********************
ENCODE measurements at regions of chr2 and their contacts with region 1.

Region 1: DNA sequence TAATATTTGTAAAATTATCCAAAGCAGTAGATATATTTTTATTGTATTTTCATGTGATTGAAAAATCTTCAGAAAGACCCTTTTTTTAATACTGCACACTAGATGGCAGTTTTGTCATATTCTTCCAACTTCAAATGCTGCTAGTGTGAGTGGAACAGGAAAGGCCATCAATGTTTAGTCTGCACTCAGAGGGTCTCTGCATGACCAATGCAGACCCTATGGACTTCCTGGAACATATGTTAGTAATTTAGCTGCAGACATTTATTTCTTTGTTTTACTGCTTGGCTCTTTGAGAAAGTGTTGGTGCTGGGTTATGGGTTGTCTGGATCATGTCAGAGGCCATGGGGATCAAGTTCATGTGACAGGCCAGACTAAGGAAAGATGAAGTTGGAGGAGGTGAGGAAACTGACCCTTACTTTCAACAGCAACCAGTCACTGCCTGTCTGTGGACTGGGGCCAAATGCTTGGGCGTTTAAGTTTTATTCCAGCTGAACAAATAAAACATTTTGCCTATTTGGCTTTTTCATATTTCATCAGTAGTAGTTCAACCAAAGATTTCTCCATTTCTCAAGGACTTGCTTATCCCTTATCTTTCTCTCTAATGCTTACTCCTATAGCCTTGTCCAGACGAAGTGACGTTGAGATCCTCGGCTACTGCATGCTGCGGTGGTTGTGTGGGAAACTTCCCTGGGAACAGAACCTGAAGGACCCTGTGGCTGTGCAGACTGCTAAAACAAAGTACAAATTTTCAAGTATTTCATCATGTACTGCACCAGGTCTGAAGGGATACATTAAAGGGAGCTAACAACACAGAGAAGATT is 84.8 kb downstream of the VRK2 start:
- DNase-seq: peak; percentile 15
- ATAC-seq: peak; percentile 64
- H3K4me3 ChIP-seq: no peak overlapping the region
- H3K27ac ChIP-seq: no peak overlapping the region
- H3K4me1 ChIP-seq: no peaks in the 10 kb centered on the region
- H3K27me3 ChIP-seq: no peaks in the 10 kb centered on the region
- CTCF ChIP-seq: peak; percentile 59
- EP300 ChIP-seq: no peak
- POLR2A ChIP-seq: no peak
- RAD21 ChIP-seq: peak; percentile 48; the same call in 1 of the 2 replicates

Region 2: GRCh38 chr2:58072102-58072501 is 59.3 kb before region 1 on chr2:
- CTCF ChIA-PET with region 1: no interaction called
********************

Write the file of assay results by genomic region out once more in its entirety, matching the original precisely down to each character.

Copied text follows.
ENCODE measurements at regions of chr2 and their contacts with region 1.

Region 1: DNA sequence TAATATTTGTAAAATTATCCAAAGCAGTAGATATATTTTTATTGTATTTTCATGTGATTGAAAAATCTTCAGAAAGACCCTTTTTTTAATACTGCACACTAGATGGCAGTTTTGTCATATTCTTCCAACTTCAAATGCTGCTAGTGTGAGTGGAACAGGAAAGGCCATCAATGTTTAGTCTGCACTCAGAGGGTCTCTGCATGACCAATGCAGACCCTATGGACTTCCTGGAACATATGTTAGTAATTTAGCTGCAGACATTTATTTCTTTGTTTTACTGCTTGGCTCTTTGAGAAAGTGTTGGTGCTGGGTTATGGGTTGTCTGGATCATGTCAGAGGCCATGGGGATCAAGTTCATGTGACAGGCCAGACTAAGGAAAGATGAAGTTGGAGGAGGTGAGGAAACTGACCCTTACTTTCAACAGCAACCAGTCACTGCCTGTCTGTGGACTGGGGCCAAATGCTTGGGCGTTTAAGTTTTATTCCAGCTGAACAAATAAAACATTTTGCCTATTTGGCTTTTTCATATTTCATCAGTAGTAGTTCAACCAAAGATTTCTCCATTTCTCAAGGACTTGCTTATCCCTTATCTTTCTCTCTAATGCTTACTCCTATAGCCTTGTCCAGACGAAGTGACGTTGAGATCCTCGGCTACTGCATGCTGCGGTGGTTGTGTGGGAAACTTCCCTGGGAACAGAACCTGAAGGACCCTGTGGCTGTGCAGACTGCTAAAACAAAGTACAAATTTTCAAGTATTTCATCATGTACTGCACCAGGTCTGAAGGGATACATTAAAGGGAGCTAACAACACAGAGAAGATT is 84.8 kb downstream of the VRK2 start:
- DNase-seq: peak; percentile 15
- ATAC-seq: peak; percentile 64
- H3K4me3 ChIP-seq: no peak overlapping the region
- H3K27ac ChIP-seq: no peak overlapping the region
- H3K4me1 ChIP-seq: no peaks in the 10 kb centered on the region
- H3K27me3 ChIP-seq: no peaks in the 10 kb centered on the region
- CTCF ChIP-seq: peak; percentile 59
- EP300 ChIP-seq: no peak
- POLR2A ChIP-seq: no peak
- RAD21 ChIP-seq: peak; percentile 48; the same call in 1 of the 2 replicates

Region 2: GRCh38 chr2:58072102-58072501 is 59.3 kb before region 1 on chr2:
- CTCF ChIA-PET with region 1: no interaction called